This is not to be confused with the “scheduling expert”, who can do all that and much, much more with the data contained in the schedule. While I may be biased, I think the schedulers who have a high level of expertise in data analytics will ultimately promote better outcomes.
The difference between the two is generally cost —where project schedulers make far less than the scheduling experts —but it’s usually for good reason. In the paragraphs below, I have done my best to explain what a project scheduler is usually capable of, followed by capabilities that scheduling experts have that go above and beyond that project schedulers.
The Project Scheduler
A project scheduler understands the basics of schedule management, which includes generating activities with durations and applying logic to create a plan. They also know how to update a schedule with information over time and understand the mechanics behind total float, critical path management, etc. They have a pretty decent understanding of earned value management as well, and —in most cases— have had enough experience to build schedules of high quality and best practices.
The one thing that they can typically do that far surpassess the capabilities of everyone else on the entire site, including the “schedule expert”, is their ability to manage and navigate through a scheduling software. However and unfortunately, most dedicated project schedulers know a lot about schedule management and the scheduling programs they are built in, but usually know very little about actually building a construction project. They don’t question schedule feasibility, rather just use the program the way they are told to by the PM. This reality usually causes a lot of problems.
The Scheduling Expert
Enter the scheduling expert. An easy way to distinguish between the scheduler and the scheduling expert is that the scheduler is hired at the start of the project while a scheduling expert is usually only brought in when a claim is filed or a dispute arises. This is generally because of the cost differential between the two, which is very unfortunate.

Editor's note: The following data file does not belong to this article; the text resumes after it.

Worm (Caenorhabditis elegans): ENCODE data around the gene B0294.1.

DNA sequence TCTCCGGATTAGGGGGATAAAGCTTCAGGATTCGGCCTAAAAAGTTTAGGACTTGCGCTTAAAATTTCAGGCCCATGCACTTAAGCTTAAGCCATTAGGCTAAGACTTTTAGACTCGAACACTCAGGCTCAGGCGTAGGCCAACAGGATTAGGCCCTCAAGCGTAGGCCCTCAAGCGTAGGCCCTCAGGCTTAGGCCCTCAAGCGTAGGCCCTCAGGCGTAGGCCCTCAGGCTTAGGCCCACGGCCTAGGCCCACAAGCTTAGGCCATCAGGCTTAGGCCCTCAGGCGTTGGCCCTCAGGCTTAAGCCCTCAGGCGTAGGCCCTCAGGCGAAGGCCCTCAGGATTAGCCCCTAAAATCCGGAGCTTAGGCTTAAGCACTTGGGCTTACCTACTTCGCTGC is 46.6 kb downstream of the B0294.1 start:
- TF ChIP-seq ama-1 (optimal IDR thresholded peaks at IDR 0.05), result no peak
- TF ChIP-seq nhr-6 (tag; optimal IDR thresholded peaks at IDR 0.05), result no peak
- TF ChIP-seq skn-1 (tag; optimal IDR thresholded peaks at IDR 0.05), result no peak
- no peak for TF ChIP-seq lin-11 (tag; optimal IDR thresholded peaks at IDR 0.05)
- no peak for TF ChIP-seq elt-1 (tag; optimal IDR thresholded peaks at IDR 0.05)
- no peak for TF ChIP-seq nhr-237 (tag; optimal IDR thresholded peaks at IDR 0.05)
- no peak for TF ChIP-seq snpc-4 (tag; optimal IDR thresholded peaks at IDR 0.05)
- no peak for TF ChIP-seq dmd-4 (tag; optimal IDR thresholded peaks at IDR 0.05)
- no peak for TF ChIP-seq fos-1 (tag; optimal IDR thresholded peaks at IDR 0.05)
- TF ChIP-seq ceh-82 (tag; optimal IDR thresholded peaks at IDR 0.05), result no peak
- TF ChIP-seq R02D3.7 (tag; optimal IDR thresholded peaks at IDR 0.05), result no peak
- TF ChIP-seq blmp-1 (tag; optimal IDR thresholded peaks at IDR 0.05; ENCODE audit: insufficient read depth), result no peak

Scheduling experts are capable of seeing data beyond what is printed on the .pdf schedule and thus have skills that can actually control outcomes of projects —therefore reducing overall delay and overruns. Scheduling experts generally know a lot about the construction process as well, because they have been a part of so many more projects in their career and studied the schedules so intensely. They seem to have a better grasp on the actual construction side of the equation.
The various skills that a scheduling expert possesses that surpasses that of the project scheduler is the following:
1. They are capable of assessing risk of schedules, whether it be through the general logic and sequencing, to the durations, to assessing the various changes from one update to the next.
2. They have the ability to analyze true critical path delay, a skill set that is crucial for assessing why projects are late and who caused it.
3. They have the ability to study compression and feasibility of the various schedule updates —which is crucial in determining whether the go forward plan is even reasonable.
4. They have the ability to use historic information embedded in the schedule and use it to plan forward and even predict future critical paths and hit the nail on the head on expected completion date.
I recommend hiring a scheduling expert on every single project if it were up to me. Although they are easily twice as expensive, it is worth the investment. Of course there is always the option of utilizing a technology platform, like SmartPM, to perform the function of a “scheduling expert” alongside the project scheduler.
SmartPM is a fully automated construction project intelligence solution that analyzes every bit of data embedded in the schedule. It picks up where regular PM software ends. Schedule a demo and learn how it will help take your business to the next level.